Friday, June 27, 2014

Seeking Justice—Or at Least the Truth—for “Comfort Women”

Christine Ahn
June 24, 2014.

A growing global movement is ensuring that if the Japanese government won't hold itself to account for its crimes against women, then history will.

Former comfort women and their supporters dedicate a memorial to 
victims of the Japanese military’s sex trafficking of women 
and girls during the Second World War. 
(Photo: Melissa Wall / Flickr)
On June 9, outside of Seoul, 91-year old Bae Chun-hui took her last gasp of air at the House of Sharing, a communal home established for former “comfort women” in South Korea to live out their remaining years in peace.

Bae was kidnapped at the age of 19 and taken to Manchuria, where she was forced into sexual slavery until the end of the Second World War.

Not only did Bae die without achieving justice. In her final days, she also witnessed Japan’s shameful efforts to wring its hands of war crimes its military committed against an estimated 200,000 women and girls from throughout Asia during the Pacific wars of the 1930s and ’40s.

Bae was among the Korean women who spoke out after the former comfort woman Kim Hak-sun broke her silence in 1991 and publicly recounted her abduction and sexual torture by Japanese soldiers. In her testimony, Kim painfully recalled: “A commissioned officer took me to the next room which was partitioned off by a cloth. Even though I did not want to go he dragged me into the room. I resisted but he tore off all of my clothes and in the end he took my virginity. That night, the officer raped me twice.”

Kim lifted the floodgates for other Korean women to come forward. Burmese, Chinese, , Japanese, Filipina, Taiwanese, Vietnamese, and Pacific Islander women also verified that their experiences were not isolated, but were the outcome of a systematic, well-organized government program to establish “comfort stations” for Japanese soldiers throughout Asia and the Pacific.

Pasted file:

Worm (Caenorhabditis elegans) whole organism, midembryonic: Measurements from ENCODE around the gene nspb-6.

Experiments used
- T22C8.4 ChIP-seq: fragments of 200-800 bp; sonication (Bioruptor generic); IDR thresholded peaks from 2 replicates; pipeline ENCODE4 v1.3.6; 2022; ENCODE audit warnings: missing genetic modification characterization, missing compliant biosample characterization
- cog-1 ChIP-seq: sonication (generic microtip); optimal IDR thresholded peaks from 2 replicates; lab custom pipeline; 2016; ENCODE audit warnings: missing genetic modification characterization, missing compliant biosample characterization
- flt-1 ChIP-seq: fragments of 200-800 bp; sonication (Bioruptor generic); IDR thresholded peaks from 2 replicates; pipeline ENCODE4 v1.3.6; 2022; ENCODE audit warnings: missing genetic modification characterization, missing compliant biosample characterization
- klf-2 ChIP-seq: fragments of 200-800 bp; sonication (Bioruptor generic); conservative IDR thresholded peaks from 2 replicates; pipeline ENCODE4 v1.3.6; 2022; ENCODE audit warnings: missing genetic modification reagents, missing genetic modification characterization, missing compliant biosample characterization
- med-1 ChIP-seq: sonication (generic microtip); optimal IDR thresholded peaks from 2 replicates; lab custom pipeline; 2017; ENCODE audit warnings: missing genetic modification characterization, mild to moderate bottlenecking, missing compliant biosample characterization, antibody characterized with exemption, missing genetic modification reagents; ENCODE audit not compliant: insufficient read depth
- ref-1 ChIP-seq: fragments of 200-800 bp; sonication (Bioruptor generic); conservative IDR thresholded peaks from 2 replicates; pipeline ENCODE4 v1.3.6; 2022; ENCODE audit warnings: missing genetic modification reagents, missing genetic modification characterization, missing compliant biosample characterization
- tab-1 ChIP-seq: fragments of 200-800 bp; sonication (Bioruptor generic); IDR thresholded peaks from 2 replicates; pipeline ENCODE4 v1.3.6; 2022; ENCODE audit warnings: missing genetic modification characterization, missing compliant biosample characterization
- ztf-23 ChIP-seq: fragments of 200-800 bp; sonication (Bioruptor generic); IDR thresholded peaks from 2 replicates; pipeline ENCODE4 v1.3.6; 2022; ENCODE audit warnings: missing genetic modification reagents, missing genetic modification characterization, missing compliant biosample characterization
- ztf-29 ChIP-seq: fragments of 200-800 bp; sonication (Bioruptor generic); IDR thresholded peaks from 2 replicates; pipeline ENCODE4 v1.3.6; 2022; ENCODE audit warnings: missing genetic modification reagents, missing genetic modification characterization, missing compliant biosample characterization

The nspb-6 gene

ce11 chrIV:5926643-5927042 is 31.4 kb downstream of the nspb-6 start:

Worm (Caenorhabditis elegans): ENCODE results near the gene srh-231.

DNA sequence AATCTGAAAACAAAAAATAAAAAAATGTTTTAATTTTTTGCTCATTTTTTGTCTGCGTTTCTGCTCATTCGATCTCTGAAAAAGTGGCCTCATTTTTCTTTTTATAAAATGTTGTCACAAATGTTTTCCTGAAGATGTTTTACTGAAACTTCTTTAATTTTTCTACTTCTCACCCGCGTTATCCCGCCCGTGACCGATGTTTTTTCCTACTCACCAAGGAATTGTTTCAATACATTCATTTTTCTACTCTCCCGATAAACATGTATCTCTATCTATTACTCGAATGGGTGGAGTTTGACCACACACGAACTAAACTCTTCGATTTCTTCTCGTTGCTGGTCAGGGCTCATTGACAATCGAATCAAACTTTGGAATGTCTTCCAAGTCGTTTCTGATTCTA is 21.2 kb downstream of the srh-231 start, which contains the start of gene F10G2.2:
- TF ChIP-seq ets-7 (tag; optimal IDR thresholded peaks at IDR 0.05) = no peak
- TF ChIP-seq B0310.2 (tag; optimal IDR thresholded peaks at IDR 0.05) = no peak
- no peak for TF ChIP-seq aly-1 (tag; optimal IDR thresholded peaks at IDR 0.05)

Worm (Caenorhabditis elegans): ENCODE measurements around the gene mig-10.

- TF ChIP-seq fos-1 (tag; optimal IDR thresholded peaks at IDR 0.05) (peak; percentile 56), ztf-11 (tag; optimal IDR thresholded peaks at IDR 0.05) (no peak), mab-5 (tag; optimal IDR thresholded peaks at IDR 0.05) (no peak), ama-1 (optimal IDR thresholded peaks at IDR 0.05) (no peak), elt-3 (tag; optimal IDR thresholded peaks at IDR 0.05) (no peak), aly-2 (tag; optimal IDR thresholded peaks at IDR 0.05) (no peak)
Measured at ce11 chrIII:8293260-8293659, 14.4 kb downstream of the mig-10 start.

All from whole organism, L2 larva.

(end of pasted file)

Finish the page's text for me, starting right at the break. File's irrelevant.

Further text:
The Japanese government has vigorously resisted calls to repent for its actions. But a growing global movement is ensuring that if Japan won’t hold itself to account for its grievous crimes against these women, then history will.
Read the rest here.
Comment: Japan's Prime Minister Shinzo Abe is key among those who would rather round-up a revisionist history than confront what Japan did to the so-called "comfort women".

It is shameful nationalist politics and it won't make the past disappear.

I have followed this story for many years here on the blog and elsewhere in my academic work.  And for this reason I look forward to the forthcoming film "Within Every Women: Secrets, Shame and Strength. A story of three grandmothers enduring and unending war".  See a sample reel here.

I also find the struggle story of the golden bronze statue - the Pyeonghwa-bi (the Peace Monument) - absolutely remarkable in the manner that it presses political consciousness.  The article above describes it so:
Since 1992, at noon on every Wednesday, irrespective of rain or snow, Korean comfort women and their supporters have stood across the street from the Japanese embassy in Seoul, calling upon the Japanese government for justice and reparations.

On December 14, 2011, to commemorate the 1,000th protest, they installed Pyeonghwa-bi, or the Peace Monument—a golden bronze statue of a barefoot teenaged girl sitting in a chair with her hands gently resting on her lap. On her left shoulder rests a small bird symbolizing the innocence of the young girls and women forced into sexual slavery.
In the coming year or so I would like to travel to Seoul and watch this struggle at noon on a Wednesday.


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